FEB 2014

EyeWorld is the official news magazine of the American Society of Cataract & Refractive Surgery.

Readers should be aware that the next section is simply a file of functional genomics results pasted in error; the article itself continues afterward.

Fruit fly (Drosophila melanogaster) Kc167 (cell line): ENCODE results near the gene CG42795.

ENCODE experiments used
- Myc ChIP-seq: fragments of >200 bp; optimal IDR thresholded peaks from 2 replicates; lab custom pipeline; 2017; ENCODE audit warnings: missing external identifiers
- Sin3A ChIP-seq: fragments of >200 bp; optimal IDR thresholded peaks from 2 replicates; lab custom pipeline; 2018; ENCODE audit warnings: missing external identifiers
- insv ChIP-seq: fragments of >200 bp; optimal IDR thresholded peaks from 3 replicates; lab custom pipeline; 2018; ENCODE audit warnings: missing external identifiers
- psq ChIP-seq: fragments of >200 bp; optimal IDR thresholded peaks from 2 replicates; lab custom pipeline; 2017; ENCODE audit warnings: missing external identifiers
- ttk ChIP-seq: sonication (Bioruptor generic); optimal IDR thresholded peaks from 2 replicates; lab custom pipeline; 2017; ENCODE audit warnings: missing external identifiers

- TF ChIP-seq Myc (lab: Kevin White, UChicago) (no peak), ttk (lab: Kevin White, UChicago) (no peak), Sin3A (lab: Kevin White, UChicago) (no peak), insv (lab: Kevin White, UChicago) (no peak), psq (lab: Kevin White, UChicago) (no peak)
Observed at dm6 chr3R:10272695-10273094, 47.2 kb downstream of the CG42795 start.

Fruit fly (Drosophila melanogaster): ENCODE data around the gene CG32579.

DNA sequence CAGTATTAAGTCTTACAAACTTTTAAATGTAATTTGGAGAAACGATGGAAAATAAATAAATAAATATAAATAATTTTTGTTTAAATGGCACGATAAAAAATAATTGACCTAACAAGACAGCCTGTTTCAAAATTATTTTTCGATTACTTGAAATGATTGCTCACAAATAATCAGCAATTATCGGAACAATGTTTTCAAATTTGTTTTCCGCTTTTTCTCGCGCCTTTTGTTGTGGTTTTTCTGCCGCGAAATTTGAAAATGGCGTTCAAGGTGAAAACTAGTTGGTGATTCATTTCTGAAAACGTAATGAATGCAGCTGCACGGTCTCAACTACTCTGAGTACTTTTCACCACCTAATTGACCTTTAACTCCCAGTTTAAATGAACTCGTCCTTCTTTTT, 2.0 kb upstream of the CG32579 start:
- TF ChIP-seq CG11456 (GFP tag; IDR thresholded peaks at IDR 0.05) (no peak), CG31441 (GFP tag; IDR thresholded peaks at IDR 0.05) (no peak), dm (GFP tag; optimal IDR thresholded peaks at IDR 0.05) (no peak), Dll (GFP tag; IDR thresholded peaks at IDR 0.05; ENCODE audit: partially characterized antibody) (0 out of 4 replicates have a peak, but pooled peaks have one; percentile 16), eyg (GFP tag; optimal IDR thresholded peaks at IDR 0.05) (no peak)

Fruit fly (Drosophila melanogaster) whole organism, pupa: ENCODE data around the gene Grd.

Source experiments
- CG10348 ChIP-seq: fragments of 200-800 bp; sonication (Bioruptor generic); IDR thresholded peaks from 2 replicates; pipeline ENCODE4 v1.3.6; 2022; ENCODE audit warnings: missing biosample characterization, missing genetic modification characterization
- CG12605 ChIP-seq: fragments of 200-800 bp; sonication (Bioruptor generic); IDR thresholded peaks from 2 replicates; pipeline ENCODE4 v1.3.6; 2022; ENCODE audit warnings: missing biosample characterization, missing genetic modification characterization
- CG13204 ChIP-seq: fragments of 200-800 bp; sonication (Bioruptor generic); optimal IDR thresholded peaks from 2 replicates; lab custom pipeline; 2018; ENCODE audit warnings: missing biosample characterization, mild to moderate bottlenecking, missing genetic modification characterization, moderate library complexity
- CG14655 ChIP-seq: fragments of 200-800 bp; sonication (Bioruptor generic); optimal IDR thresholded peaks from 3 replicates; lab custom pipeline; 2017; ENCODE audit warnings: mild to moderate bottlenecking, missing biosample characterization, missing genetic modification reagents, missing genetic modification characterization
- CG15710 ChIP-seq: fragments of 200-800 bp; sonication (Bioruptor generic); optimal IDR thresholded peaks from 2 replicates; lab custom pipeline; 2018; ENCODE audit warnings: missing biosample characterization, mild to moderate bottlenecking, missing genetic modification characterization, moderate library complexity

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E W MEETING REPORTER 98 February 2014 Sunday, Jan. 19, 2014 P hysician: Aesthetic oculoplastics enhance ophthalmology offerings B otulinum toxins and dermal fillers have unique anatomic considera- tions and injection techniques, which translate well to ophthalmol- ogists, who might consider adding these products to their practices, a physician said during Hawaiian Eye 2014 in Kauai. "As ophthalmologists, our fine m otor skill ability is second to none compared to other specialties," said Steven G. Yoelin, MD, Newport Beach, Calif. "I think those skills are transferrable to what we do in in- jectables." Dr. Yoelin started using injecta- bles in his practice in 2001, and they now constitute a large part of his ophthalmology practice, he said. He said he has saved greatly on market- ing by delivering excellent results. "If you get great results and you're really dedicated to these procedures, your patients, and the products you use, word of mouth is the only type of promotion I have used," he said. He calls the products "neuro- modulators," a term that patients often prefer to toxins. In aesthetics, the face is typically divided into three zones, but when treated it should be considered in a global, harmonious way that is complimen- tary to all zones, including those that are not being injected, he said. Skin, muscle, fat, and bone all contribute to understanding the overall aging process in a multifacto- rial way, Dr. Yoelin said. Different zones of the face respond well to different products: "In general, hyperfunctional lines of the upper face lend themselves well to being treated with toxins," he said. Dermal fillers have also been shown to com- pliment the upper part of the face. Editors' note: Dr. Yoelin has financial interests with Allergan (Irvine, Calif.) and Medicis Pharmaceutical ( Bridgewater, N.J.). Hawaiian Eye Foundation Symposium honors physicians Two physicians were honored at the Hawaiian Eye Foundation Sympo- sium for a career of excellence and a global impact on ophthalmology, respectively. I . Howard Fine, MD, Portland, received the Phillip M. Corboy, MD, Memorial Award for Distinguished Service in Ophthalmology for his many years as an ophthalmologist. Dr. Fine is clinical professor of ophthalmology at Oregon Health & Science University, cofounder of Oregon Eye Surgery Center, and in private practice at Drs. Fine, Hoff- man and Sims, LLC, Eugene, Ore. Boris Malyugin, MD, Moscow, received the International Award for Excellence. Dr. Malyugin is a profes- sor in the Department of Cataract and Implant Surgery, deputy director general (R&D, Edu), S. Fyodorov Eye Microsurgery Complex, Moscow. Editors' note: Drs. Fine and Malyugin have no related financial interests. Monday, Jan. 20, 2014 Role of macular structure in multifocal implantation Avoiding implanting multifocal lenses in patients with posterior segment comorbidities is important in these cases, said Kevin M. Miller, MD, Los Angeles. "Our patients are increasingly expecting great results from cataract surgery," said Dr. Miller. "A happy patient is one whose outcomes exceed their expectations, and conversely, the unhappy patient is one whose expectations exceed their outcomes." He said the best ways to achieve satisfied patients following multifo- cal lens implantation are to set real- i stic expectations, understand the premium IOLs on the market, and perform quality work. Identifying patients who are not candidates for premium IOLs is important, he said, and educating those patients who are candidates about what they can expect is im- portant as well. " Don't oversell or peddle lenses. Don't be a used car salesman. Never promise spectacle independence. It's nice when we get it, but never promise it," he said. He showed a list of posterior segment comorbidities that physi- cians should avoid when implanting premium lenses. It included advanced glaucoma, amblyopia, macular degeneration, macular holes, retinal vascular diseases, epiretinal membranes, and vitreomacular traction. "All of these things are like time bombs waiting for you to step on them," he said. Dr. Miller called high resolution OCT "your absolute best friend in this." Other screening tools for mac- ular pathology include fluorescein angiography, he said. He recom- mended consulting a retina special- ist for more assistance when uncertain about a case. "I get nervous recommending a multifocal IOL if the view of the fundus is too poor to perform a satisfactory examination of the macula," he said. Editors' note: Dr. Miller has no finan- cial interests related to his presentation. Reaching target refraction in first procedure key Taking an investigative tactic to determine how to obtain missed target refraction can assist in best outcomes, a clinician said. Reporting live from the 2014 Hawaiian Eye, Kauai, Hawaii Reporting live from Hawaiian Eye 2014 Sponsored by 98-105 MR Hawaii_EW February 2014-DL2_Layout 1 1/30/14 11:57 AM Page 98

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